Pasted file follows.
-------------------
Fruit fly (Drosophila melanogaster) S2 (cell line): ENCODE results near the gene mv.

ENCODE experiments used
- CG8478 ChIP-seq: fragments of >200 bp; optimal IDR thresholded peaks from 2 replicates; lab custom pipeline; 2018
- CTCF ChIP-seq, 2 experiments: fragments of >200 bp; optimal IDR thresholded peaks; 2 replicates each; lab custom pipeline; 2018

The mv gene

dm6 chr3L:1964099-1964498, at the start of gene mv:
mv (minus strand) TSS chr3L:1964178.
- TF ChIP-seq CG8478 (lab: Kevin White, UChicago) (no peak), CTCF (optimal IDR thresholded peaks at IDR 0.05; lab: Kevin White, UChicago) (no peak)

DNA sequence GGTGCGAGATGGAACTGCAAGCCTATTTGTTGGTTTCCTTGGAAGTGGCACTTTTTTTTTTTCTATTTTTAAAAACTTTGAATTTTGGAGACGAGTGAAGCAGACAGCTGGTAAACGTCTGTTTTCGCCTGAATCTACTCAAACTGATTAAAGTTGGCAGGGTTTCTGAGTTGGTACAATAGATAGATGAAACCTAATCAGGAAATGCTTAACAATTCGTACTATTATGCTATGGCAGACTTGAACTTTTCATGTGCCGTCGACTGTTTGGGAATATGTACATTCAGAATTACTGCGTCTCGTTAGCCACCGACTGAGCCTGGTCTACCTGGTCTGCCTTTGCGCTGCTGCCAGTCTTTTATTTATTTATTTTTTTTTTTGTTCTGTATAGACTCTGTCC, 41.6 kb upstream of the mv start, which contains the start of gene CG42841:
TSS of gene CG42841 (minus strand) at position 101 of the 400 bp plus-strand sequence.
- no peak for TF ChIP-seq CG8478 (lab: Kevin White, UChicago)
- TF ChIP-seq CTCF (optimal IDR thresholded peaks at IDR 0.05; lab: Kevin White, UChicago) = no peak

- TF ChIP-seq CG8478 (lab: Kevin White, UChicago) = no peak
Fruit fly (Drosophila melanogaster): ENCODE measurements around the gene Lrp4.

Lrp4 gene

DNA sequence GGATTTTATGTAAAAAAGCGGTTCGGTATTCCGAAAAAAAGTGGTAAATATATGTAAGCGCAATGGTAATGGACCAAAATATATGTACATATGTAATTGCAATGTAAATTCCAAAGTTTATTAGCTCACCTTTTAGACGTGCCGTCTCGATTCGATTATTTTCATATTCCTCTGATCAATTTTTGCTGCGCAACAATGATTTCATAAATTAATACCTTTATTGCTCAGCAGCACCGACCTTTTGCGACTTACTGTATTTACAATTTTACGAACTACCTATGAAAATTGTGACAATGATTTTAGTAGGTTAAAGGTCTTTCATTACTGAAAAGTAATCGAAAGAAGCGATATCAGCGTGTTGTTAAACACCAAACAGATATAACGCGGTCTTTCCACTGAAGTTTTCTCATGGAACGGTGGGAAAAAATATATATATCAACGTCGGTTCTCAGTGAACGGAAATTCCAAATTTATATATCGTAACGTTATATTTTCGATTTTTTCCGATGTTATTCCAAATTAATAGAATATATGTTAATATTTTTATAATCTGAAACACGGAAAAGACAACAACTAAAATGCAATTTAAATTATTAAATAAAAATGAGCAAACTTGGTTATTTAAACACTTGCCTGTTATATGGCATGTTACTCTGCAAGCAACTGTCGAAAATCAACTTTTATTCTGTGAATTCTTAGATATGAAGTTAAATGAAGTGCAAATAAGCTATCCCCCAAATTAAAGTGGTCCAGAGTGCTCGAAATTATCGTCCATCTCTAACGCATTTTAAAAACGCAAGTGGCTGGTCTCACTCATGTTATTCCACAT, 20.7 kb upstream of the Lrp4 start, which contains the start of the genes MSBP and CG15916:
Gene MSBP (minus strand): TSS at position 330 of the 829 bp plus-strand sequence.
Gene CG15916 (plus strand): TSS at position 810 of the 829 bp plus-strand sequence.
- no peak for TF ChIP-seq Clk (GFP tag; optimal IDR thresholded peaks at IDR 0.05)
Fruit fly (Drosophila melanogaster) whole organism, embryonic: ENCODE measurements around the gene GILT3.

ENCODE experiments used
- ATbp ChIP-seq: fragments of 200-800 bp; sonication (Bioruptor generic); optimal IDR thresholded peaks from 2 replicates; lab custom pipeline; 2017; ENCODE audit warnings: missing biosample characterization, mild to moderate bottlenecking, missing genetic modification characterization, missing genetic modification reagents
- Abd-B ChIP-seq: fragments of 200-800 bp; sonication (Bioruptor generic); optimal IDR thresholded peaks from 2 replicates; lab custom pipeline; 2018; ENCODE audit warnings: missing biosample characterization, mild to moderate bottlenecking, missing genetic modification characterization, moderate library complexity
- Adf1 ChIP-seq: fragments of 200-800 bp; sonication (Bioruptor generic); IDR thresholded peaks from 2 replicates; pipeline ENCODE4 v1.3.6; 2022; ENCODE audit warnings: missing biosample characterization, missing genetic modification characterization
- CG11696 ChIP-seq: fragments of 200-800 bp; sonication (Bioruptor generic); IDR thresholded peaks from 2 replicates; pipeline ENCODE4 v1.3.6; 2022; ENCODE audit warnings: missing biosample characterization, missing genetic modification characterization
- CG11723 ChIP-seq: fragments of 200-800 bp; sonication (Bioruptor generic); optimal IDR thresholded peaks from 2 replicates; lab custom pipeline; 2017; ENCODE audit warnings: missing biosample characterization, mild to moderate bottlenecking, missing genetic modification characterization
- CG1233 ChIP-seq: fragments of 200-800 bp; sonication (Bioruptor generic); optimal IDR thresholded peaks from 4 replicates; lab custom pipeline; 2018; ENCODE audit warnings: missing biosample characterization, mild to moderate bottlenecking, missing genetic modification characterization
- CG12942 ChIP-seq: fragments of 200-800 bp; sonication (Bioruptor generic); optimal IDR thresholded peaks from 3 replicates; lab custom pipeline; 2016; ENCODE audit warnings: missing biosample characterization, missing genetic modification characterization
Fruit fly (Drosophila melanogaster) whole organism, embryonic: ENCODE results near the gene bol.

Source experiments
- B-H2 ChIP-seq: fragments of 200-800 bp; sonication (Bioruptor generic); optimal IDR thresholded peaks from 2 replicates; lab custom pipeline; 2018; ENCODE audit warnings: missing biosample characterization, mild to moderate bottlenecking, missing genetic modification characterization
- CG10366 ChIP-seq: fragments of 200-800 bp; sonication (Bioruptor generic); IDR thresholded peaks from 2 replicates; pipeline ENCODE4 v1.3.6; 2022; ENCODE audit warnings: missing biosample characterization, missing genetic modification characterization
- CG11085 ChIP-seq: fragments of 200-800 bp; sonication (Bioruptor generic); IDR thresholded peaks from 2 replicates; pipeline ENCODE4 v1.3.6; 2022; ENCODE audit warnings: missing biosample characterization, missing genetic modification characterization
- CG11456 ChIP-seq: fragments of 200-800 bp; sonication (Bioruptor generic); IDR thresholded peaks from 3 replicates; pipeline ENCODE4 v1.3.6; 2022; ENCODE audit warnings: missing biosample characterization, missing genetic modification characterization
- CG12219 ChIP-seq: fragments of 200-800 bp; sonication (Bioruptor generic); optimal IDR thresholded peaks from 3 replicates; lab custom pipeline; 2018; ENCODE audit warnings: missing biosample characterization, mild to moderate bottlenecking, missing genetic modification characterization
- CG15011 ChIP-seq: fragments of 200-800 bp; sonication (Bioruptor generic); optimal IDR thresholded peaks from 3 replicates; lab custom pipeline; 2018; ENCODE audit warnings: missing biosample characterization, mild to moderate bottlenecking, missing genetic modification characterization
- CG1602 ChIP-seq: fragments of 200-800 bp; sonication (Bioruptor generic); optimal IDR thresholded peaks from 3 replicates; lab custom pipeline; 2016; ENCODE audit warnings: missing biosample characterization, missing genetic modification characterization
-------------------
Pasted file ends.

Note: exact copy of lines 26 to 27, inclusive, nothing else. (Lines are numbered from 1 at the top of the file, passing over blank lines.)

- CG11723 ChIP-seq: fragments of 200-800 bp; sonication (Bioruptor generic); optimal IDR thresholded peaks from 2 replicates; lab custom pipeline; 2017; ENCODE audit warnings: missing biosample characterization, mild to moderate bottlenecking, missing genetic modification characterization
- CG1233 ChIP-seq: fragments of 200-800 bp; sonication (Bioruptor generic); optimal IDR thresholded peaks from 4 replicates; lab custom pipeline; 2018; ENCODE audit warnings: missing biosample characterization, mild to moderate bottlenecking, missing genetic modification characterization